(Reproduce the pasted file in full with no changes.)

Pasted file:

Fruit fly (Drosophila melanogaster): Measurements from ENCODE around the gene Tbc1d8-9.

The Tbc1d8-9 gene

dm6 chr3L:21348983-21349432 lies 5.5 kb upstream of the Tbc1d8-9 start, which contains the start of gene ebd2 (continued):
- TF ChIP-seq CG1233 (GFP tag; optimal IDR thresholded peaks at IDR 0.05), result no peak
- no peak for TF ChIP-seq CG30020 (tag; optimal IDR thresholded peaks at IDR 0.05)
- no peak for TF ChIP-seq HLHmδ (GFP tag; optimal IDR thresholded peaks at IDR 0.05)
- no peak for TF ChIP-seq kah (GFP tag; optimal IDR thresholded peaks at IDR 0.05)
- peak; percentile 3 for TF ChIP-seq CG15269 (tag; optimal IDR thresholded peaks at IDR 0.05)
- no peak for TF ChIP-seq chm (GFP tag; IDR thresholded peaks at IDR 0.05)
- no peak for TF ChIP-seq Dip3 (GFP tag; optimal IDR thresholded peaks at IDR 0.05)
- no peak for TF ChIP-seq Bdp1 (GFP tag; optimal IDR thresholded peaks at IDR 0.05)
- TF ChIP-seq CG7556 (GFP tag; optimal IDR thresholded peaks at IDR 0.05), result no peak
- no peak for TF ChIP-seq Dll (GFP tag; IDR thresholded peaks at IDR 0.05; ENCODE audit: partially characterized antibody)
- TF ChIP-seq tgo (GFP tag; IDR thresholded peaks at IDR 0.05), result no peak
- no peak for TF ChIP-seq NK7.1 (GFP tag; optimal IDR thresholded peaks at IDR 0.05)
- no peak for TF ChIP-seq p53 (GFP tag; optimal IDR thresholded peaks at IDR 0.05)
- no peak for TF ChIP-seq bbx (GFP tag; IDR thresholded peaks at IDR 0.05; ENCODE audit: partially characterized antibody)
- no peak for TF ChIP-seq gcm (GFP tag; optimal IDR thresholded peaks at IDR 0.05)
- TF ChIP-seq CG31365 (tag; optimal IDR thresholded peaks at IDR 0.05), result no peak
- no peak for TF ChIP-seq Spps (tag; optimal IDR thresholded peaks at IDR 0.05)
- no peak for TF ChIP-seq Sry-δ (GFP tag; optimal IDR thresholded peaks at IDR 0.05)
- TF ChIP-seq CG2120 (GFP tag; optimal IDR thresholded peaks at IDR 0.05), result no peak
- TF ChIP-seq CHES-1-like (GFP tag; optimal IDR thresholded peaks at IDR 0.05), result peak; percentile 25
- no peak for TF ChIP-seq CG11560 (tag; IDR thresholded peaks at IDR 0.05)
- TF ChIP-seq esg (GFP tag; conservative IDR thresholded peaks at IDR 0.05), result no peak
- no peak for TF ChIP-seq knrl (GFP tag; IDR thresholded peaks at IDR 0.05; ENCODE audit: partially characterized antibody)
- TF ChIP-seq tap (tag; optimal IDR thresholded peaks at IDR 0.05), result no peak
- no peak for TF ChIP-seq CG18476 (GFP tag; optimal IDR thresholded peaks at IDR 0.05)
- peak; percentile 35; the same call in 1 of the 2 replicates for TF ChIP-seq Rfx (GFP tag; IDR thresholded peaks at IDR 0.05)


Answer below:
Fruit fly (Drosophila melanogaster): Measurements from ENCODE around the gene Tbc1d8-9.

The Tbc1d8-9 gene

dm6 chr3L:21348983-21349432 lies 5.5 kb upstream of the Tbc1d8-9 start, which contains the start of gene ebd2 (continued):
- TF ChIP-seq CG1233 (GFP tag; optimal IDR thresholded peaks at IDR 0.05), result no peak
- no peak for TF ChIP-seq CG30020 (tag; optimal IDR thresholded peaks at IDR 0.05)
- no peak for TF ChIP-seq HLHmδ (GFP tag; optimal IDR thresholded peaks at IDR 0.05)
- no peak for TF ChIP-seq kah (GFP tag; optimal IDR thresholded peaks at IDR 0.05)
- peak; percentile 3 for TF ChIP-seq CG15269 (tag; optimal IDR thresholded peaks at IDR 0.05)
- no peak for TF ChIP-seq chm (GFP tag; IDR thresholded peaks at IDR 0.05)
- no peak for TF ChIP-seq Dip3 (GFP tag; optimal IDR thresholded peaks at IDR 0.05)
- no peak for TF ChIP-seq Bdp1 (GFP tag; optimal IDR thresholded peaks at IDR 0.05)
- TF ChIP-seq CG7556 (GFP tag; optimal IDR thresholded peaks at IDR 0.05), result no peak
- no peak for TF ChIP-seq Dll (GFP tag; IDR thresholded peaks at IDR 0.05; ENCODE audit: partially characterized antibody)
- TF ChIP-seq tgo (GFP tag; IDR thresholded peaks at IDR 0.05), result no peak
- no peak for TF ChIP-seq NK7.1 (GFP tag; optimal IDR thresholded peaks at IDR 0.05)
- no peak for TF ChIP-seq p53 (GFP tag; optimal IDR thresholded peaks at IDR 0.05)
- no peak for TF ChIP-seq bbx (GFP tag; IDR thresholded peaks at IDR 0.05; ENCODE audit: partially characterized antibody)
- no peak for TF ChIP-seq gcm (GFP tag; optimal IDR thresholded peaks at IDR 0.05)
- TF ChIP-seq CG31365 (tag; optimal IDR thresholded peaks at IDR 0.05), result no peak
- no peak for TF ChIP-seq Spps (tag; optimal IDR thresholded peaks at IDR 0.05)
- no peak for TF ChIP-seq Sry-δ (GFP tag; optimal IDR thresholded peaks at IDR 0.05)
- TF ChIP-seq CG2120 (GFP tag; optimal IDR thresholded peaks at IDR 0.05), result no peak
- TF ChIP-seq CHES-1-like (GFP tag; optimal IDR thresholded peaks at IDR 0.05), result peak; percentile 25
- no peak for TF ChIP-seq CG11560 (tag; IDR thresholded peaks at IDR 0.05)
- TF ChIP-seq esg (GFP tag; conservative IDR thresholded peaks at IDR 0.05), result no peak
- no peak for TF ChIP-seq knrl (GFP tag; IDR thresholded peaks at IDR 0.05; ENCODE audit: partially characterized antibody)
- TF ChIP-seq tap (tag; optimal IDR thresholded peaks at IDR 0.05), result no peak
- no peak for TF ChIP-seq CG18476 (GFP tag; optimal IDR thresholded peaks at IDR 0.05)
- peak; percentile 35; the same call in 1 of the 2 replicates for TF ChIP-seq Rfx (GFP tag; IDR thresholded peaks at IDR 0.05)